My excitement when Brooklyn based art rockers SoftSpot do, well, pretty much anything has risen to a rather surprising level since I was first introduced to them from past mix contributor Caleb Moore of Lands & Peoples. If there's a band that has provided some of the most consistent releases that you can return to over and over again, SoftSpot are such a band. It seems like if they're not touring behind an album, they're hard at work on another one and yet, there music never comes off as that of the run-of-the-mill career band. Each of SoftSpot's sojourns to the studio have resulted in records that manage to challenge themselves as musicians without coming across as an impenetrable art project. SoftSpot manage to find a pitch perfect balance between the complex layering of not only their song's textures but its subjects while also ensuring an engaging listening experience. They're a band that respect the full length album form and go the extra mile to tie it all together in surprising and inventive ways.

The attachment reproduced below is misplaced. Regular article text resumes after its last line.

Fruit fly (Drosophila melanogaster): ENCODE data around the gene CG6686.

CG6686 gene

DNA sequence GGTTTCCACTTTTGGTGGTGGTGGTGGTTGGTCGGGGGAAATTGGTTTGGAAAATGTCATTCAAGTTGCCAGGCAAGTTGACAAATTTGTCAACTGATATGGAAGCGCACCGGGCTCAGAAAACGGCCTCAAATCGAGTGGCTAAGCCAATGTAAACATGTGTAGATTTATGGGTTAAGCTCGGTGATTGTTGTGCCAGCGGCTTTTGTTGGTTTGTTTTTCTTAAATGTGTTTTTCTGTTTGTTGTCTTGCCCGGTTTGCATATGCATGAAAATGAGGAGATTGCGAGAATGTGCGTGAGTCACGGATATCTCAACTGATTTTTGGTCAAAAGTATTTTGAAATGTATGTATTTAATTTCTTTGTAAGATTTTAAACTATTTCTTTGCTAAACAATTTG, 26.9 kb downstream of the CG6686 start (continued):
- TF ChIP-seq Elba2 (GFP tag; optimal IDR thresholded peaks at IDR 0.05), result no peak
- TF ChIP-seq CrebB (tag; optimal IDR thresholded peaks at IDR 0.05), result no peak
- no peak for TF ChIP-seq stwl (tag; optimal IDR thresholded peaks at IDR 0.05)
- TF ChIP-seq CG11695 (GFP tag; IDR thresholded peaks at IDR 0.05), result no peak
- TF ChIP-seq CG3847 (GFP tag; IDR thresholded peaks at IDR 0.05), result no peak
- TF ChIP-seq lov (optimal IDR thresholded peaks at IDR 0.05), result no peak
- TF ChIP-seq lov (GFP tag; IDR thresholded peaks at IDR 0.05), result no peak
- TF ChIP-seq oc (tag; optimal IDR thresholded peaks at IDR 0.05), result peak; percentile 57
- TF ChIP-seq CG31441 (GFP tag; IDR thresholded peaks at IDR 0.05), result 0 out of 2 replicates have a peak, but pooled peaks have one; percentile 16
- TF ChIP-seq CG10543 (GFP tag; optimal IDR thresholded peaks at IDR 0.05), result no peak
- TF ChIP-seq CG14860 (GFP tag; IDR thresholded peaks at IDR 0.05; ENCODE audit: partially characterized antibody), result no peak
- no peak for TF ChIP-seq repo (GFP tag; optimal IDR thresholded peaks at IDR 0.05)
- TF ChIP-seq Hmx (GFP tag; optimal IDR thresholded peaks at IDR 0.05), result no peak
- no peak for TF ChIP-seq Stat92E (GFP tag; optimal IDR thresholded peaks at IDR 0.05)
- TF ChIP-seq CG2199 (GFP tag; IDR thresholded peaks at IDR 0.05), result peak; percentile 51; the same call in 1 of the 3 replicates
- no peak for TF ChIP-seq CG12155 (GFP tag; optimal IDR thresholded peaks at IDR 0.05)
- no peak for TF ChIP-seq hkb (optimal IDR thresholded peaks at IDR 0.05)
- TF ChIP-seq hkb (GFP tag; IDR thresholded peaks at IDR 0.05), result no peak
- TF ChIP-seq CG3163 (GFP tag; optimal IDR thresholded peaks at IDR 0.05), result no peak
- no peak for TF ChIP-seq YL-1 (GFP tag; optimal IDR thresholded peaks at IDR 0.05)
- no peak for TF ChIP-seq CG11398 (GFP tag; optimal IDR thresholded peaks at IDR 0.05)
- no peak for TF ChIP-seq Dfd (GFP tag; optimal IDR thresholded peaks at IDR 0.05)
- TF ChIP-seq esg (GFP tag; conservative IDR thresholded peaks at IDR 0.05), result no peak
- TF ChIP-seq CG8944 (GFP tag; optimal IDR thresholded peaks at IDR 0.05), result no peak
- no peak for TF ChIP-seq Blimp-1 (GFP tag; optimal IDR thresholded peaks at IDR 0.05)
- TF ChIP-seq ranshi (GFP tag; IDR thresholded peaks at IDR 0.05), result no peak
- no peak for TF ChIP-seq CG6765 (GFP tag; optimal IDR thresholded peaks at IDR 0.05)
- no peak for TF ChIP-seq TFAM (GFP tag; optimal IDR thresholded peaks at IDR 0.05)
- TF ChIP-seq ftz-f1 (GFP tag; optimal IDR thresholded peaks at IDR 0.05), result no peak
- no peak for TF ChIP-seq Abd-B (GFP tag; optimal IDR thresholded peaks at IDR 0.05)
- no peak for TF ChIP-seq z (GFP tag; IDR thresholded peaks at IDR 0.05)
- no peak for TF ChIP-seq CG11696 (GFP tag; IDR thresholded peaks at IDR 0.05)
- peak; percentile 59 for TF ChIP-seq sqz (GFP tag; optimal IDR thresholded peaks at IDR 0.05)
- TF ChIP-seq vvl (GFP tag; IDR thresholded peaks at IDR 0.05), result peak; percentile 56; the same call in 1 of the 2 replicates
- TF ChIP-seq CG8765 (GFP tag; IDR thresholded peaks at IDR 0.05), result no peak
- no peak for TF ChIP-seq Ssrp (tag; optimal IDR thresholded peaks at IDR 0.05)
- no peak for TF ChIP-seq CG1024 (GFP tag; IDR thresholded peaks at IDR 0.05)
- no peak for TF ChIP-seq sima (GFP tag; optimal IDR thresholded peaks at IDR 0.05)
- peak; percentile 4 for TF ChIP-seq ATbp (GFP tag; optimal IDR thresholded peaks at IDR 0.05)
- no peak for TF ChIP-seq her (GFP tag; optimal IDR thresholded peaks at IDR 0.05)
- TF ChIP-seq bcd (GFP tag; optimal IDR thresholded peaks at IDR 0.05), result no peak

So of course I was incredibly interested to see how the foursome would take to the task of contributing a mix to my blog birthday celebration and lucky for me they were game and they're contribution is as diverse as their four members while simultaneously achieving a sense of logical singularity. It's a peak at the collaborative nature of the foursome as each voice was heard, considered, discussed, and occasionally debated until the outcome resembled something the band was proud to put their name on.

Enjoy SoftSpot's mix: